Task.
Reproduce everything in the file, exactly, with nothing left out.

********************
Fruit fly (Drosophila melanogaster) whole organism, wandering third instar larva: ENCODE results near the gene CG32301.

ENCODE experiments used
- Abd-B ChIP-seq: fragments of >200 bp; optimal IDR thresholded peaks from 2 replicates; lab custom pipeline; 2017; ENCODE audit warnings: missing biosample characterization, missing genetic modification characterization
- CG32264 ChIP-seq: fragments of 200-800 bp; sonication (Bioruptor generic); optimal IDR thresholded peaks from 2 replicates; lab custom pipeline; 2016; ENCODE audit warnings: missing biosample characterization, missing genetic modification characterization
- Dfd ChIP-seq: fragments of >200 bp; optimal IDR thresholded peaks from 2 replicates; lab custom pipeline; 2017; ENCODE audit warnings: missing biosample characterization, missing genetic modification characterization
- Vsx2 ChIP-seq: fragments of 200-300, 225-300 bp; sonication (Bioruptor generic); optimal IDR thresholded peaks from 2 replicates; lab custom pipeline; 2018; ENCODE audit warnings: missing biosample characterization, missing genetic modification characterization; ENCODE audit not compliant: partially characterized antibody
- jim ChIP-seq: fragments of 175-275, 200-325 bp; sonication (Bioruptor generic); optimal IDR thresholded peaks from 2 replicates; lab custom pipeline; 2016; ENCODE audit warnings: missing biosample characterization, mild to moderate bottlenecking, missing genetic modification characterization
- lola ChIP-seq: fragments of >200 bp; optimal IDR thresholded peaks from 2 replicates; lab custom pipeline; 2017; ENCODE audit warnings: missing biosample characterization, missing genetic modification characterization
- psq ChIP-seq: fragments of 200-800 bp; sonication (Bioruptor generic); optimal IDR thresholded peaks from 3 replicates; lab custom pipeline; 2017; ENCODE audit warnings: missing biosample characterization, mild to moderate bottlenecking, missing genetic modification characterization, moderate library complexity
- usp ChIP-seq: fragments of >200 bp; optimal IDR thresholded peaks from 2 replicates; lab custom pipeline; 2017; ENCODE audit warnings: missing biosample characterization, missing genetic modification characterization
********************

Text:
Fruit fly (Drosophila melanogaster) whole organism, wandering third instar larva: ENCODE results near the gene CG32301.

ENCODE experiments used
- Abd-B ChIP-seq: fragments of >200 bp; optimal IDR thresholded peaks from 2 replicates; lab custom pipeline; 2017; ENCODE audit warnings: missing biosample characterization, missing genetic modification characterization
- CG32264 ChIP-seq: fragments of 200-800 bp; sonication (Bioruptor generic); optimal IDR thresholded peaks from 2 replicates; lab custom pipeline; 2016; ENCODE audit warnings: missing biosample characterization, missing genetic modification characterization
- Dfd ChIP-seq: fragments of >200 bp; optimal IDR thresholded peaks from 2 replicates; lab custom pipeline; 2017; ENCODE audit warnings: missing biosample characterization, missing genetic modification characterization
- Vsx2 ChIP-seq: fragments of 200-300, 225-300 bp; sonication (Bioruptor generic); optimal IDR thresholded peaks from 2 replicates; lab custom pipeline; 2018; ENCODE audit warnings: missing biosample characterization, missing genetic modification characterization; ENCODE audit not compliant: partially characterized antibody
- jim ChIP-seq: fragments of 175-275, 200-325 bp; sonication (Bioruptor generic); optimal IDR thresholded peaks from 2 replicates; lab custom pipeline; 2016; ENCODE audit warnings: missing biosample characterization, mild to moderate bottlenecking, missing genetic modification characterization
- lola ChIP-seq: fragments of >200 bp; optimal IDR thresholded peaks from 2 replicates; lab custom pipeline; 2017; ENCODE audit warnings: missing biosample characterization, missing genetic modification characterization
- psq ChIP-seq: fragments of 200-800 bp; sonication (Bioruptor generic); optimal IDR thresholded peaks from 3 replicates; lab custom pipeline; 2017; ENCODE audit warnings: missing biosample characterization, mild to moderate bottlenecking, missing genetic modification characterization, moderate library complexity
- usp ChIP-seq: fragments of >200 bp; optimal IDR thresholded peaks from 2 replicates; lab custom pipeline; 2017; ENCODE audit warnings: missing biosample characterization, missing genetic modification characterization